The Rue Cler Is Not Funky

photo: cafe du marche

One of the street's few café's is at the halfway crossing.

Between the Boring Old and the Boring New

Paris:- Friday, 14. May 1999:- I'm afraid the Rue Cler has left me underwhelmed. It may be somebody's darling but it is not mine. As a 'must-see' Paris market street, it doesn't cut it; there are too many superior others.

By putting the conclusion at the beginning I hope I am saving this street's fans the chore of reading the rest of whatever I may write here. On the other hand, it won't be much so if you've come this far, then this is how it starts:

The exit from the métro at Ecole-Militaire is refreshingly simple as only two choices are available. The one I take brings me out on the Avenue de Tourville and all I need do isphoto: flower marche turn 180 degrees to be set to head straight to the Rue Cler. I don't know where the other choice puts you. I guess it is on the Avenue de La Motte-Piquet, which really is a snazzier name, even if it is under 'L' alphabetically.

From selected angles, the Rue Cler is attractive; but you have to find them.

Maybe I should start over again. This is just to the west of the Hôtel des Invalides in the 7th arrondissement, which is mainly known for being the location - admittedly on the edge of the Seine - of the Tour Eiffel, the Musée d'Orsay and the Invalides itself.

The interior of this 'secret' arrondissement contains the Champs de Mars, taking up a huge whack of the west, French ministries and foreign embassies occupy up three-quarters of the eastern Faubourg Saint-Germain part, and the church owns a full 25 percent of the whole thing. There are many high walls and few of the heavy and large doors are open, but nearly everything is shut on weekends.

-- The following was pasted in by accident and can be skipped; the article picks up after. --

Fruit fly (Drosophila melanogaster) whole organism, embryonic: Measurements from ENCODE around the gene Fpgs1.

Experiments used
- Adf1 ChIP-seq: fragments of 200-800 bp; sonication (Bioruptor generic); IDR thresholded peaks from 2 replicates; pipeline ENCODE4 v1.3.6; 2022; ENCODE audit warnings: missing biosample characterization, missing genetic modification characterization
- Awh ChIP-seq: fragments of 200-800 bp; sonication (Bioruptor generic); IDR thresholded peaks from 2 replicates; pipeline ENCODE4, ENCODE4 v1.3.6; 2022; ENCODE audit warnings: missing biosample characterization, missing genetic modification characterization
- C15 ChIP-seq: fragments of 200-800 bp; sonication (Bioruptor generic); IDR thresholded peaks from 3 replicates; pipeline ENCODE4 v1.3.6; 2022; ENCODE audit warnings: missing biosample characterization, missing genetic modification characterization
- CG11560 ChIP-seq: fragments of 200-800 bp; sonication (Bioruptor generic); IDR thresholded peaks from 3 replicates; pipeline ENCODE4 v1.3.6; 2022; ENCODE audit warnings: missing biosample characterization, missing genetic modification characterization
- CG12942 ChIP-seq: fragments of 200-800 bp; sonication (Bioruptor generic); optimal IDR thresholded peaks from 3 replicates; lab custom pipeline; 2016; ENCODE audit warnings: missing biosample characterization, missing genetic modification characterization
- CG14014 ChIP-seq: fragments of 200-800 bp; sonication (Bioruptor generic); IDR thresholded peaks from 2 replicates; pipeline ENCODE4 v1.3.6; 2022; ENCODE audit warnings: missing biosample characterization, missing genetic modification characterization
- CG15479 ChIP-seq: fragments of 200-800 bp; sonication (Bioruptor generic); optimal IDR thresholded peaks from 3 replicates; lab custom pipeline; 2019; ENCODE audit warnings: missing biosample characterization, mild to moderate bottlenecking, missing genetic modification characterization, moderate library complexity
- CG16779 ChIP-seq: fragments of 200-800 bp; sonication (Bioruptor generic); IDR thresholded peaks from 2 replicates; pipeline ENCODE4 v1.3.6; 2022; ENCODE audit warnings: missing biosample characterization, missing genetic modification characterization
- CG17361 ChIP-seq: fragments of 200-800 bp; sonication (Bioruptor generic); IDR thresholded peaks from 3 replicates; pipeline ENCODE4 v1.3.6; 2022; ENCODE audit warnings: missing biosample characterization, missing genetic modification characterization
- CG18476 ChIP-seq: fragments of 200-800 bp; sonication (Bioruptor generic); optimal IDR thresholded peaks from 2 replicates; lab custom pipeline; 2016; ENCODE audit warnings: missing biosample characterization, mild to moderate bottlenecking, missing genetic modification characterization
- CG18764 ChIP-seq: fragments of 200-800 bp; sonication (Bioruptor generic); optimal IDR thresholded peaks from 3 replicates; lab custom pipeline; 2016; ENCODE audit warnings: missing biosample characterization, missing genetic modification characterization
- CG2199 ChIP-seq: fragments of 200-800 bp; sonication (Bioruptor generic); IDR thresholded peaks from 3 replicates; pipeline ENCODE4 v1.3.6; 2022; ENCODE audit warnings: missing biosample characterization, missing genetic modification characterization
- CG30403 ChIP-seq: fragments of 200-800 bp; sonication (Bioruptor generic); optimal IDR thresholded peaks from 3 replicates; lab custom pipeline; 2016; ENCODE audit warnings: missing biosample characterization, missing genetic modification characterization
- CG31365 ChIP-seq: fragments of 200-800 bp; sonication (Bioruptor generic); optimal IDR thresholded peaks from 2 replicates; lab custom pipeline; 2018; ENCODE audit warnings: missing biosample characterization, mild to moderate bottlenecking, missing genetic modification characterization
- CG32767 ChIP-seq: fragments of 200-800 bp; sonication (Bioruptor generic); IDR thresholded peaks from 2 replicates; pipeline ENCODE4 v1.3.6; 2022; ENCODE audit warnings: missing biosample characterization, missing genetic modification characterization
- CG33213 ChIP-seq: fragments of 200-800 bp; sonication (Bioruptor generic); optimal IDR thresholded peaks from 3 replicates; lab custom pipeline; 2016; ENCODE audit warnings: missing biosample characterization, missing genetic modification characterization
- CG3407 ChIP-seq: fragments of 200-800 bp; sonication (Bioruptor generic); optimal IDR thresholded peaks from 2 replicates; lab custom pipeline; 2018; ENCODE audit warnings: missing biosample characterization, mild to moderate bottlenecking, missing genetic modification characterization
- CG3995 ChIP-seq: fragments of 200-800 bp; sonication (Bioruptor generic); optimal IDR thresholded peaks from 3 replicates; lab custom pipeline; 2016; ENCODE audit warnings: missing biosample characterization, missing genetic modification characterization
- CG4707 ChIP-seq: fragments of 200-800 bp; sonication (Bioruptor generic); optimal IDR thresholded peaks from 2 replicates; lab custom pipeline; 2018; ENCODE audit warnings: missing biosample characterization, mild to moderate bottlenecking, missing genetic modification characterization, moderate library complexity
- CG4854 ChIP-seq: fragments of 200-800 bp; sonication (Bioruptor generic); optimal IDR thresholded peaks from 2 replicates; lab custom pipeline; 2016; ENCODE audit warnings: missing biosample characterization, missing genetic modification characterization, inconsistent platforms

If you are eagle-eyed and know French and foreign dignitaries by sight, you will supposedly see them strolling around their 'village' as they transit from one walled place to another. Once, caught in a sudden downpour in the Rue de Grenelle, from my sheltered post in an accidently open doorway I saw many people scurrying for cover, but I can hardly say they were foreign or dignitaries.

Apropos of the Rue de Grenelle, it alone probably gives - in a 2,250 metre-long nutshell - pretty much the whole atmosphere of the 7th - starting as it does at the Croix-Rouge corner near Rue de Rennes and ending up way over by the Champ de Mars. It too, crosses the Rue Cler.

It is a tossup for which end of the market part of the Rue Cler is the most inspiring. I say where I start, at the Rue de Tourville is not a winner because La Poste's trucks are all over the place, and the Grenelle end has a bar-café. Between the two are 260 metres of redone stone paving blocks, laid 13 metres wide between opposing shop fronts.

The whole road, which goes all the way, about another 200 metres, to the Rue Saint-Dominique, rates only a tiny paragraph in my street dictionary. It was named in 1864 - nearly yesterday by Paris' standards - after General Gustave Cler, who was unlucky enough to get himself bumped off at the battle of Magenta in 1859.

In contrast, the Rue Clef, which I have never heard of before nor seen, but which is in the 5th arrondissement, goes back to 1588 and rates more than a full page of dense paragraphs. But it, is neither here nor there today.